Thursday 5 August 2021

Colombia tax protests: six dead in clash with police for fourth day

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QCOLOMBIA – Thousands of Colombians across the country took to the streets on Saturday for May 1 – May Day –  marches and protests against a government tax reform proposal, in the fourth day of demonstrations, even after President Ivan Duque vowed to withdraw the most unpopular parts of the package, that have resulted in at least six deaths.

A person runs away from a police officer during a protest against the tax reform of President Ivan Duque’s government in Bogota, Colombia, on May 1, 2021. REUTERS/Luisa Gonzalez

Unions and other groups kicked off marches on Wednesday to demand the government withdraw the proposal, which originally leveled sales tax on public services and some food.

Many Colombians have complained that the tax changes would leave them poorer in the middle of the coronavirus pandemic.

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On Friday, President Ivan Duque gave in to the pressure from the streets and said he would seek a rewrite of the plan and scrap the most unpopular clauses.

But that was not enough to keep Colombians from marching on May Day and venting their anger against the government.

“It is not enough to withdraw the reform,” said 27-year-old Maria Teresa Flores in Bogota. She said the government’s handling of the pandemic and other actions “blew up in our faces.”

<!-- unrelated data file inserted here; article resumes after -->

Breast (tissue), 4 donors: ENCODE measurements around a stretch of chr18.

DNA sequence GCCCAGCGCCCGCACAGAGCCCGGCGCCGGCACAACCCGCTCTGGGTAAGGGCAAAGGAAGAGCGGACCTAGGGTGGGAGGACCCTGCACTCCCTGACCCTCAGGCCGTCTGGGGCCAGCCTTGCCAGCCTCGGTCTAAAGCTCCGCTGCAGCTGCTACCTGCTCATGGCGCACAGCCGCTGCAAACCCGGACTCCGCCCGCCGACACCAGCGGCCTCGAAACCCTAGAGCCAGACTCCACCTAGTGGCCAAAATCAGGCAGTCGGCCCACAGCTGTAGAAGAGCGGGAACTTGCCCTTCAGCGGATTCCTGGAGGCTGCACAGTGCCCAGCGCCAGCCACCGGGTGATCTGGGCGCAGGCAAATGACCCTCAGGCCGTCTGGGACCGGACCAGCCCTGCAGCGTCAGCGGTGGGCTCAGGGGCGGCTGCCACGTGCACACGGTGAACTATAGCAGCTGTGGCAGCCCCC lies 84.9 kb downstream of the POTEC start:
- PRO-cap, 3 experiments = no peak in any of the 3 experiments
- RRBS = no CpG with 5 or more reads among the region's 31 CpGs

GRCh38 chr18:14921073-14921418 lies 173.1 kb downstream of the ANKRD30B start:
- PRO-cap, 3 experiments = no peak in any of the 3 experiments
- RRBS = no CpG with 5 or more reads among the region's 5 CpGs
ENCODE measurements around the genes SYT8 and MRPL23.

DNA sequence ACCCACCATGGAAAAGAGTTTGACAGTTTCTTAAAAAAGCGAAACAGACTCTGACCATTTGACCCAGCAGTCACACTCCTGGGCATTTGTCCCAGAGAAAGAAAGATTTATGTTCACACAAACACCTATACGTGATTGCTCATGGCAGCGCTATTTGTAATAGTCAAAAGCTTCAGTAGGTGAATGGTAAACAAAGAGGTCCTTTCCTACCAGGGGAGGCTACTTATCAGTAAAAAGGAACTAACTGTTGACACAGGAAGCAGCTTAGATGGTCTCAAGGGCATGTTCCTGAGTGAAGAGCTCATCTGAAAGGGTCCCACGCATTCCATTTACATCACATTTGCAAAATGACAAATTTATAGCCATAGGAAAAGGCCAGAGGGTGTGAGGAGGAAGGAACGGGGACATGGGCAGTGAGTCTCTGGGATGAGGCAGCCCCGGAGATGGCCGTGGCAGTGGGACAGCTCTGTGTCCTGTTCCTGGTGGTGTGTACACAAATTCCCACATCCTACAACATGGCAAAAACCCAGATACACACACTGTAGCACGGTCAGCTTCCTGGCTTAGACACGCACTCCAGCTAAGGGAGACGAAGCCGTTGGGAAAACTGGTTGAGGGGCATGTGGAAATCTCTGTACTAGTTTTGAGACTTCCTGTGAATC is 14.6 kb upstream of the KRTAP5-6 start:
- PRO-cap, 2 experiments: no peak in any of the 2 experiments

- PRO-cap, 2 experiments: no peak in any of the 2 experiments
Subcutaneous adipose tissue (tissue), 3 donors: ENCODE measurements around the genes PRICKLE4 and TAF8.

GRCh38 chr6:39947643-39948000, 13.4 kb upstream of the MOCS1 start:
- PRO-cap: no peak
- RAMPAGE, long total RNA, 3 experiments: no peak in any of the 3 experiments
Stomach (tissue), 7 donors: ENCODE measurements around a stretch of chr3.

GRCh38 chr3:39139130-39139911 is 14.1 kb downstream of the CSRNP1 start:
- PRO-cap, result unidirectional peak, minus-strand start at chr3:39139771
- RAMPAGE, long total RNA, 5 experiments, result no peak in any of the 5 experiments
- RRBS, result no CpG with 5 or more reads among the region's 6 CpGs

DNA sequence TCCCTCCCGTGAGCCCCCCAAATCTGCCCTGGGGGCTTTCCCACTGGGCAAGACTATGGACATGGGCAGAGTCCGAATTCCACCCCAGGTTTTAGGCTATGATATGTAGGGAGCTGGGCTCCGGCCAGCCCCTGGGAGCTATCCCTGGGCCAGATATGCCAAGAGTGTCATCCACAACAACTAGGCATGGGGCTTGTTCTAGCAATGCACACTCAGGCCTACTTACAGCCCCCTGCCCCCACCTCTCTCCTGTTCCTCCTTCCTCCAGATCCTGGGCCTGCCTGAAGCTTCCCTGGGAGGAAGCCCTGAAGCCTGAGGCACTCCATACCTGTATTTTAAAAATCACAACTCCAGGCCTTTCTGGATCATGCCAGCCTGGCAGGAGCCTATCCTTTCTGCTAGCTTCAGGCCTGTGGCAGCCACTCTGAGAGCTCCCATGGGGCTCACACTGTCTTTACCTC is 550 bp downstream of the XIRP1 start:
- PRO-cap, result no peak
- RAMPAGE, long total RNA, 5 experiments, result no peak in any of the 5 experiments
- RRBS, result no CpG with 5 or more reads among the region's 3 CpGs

Cali, the country’s third-largest city, has seen the most vociferous marches. Besides Cali, demonstrations were held in other major cities such as Bogota, Medellin, Barranquilla, and Cartagena.

Death counts were inconsistent. National human rights ombudsman Carlos Camargo said that three protesters died in Cali and another three deaths there were being investigated.

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One death each occurred in Bogota and the city of Neiva, Camargo said. A police officer in the city of Soacha died of injuries sustained on Wednesday. A further 179 civilians and 216 police officers have been injured nationally.

Rights organization Human Rights Watch said it had received reports of possible police abuse in Cali, and local human rights groups alleged up to 14 deaths occurred.

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Cities at high risk for violence will continue to get military assistance, with accompanying human rights guarantees, Duque said in a Saturday evening video.

The government insists the reform is vital to stabilizing Colombia’s finances, maintaining its credit rating and funding social programs.

Article originally appeared on Q Colombia and is republished here with permission.

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Q24N is an aggregator of news for Latin America. Reports from Mexico to the tip of Chile and Caribbean are sourced for our readers to find all their Latin America news in one place.

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Article originally appeared on Q Colombia and is republished here with permission.

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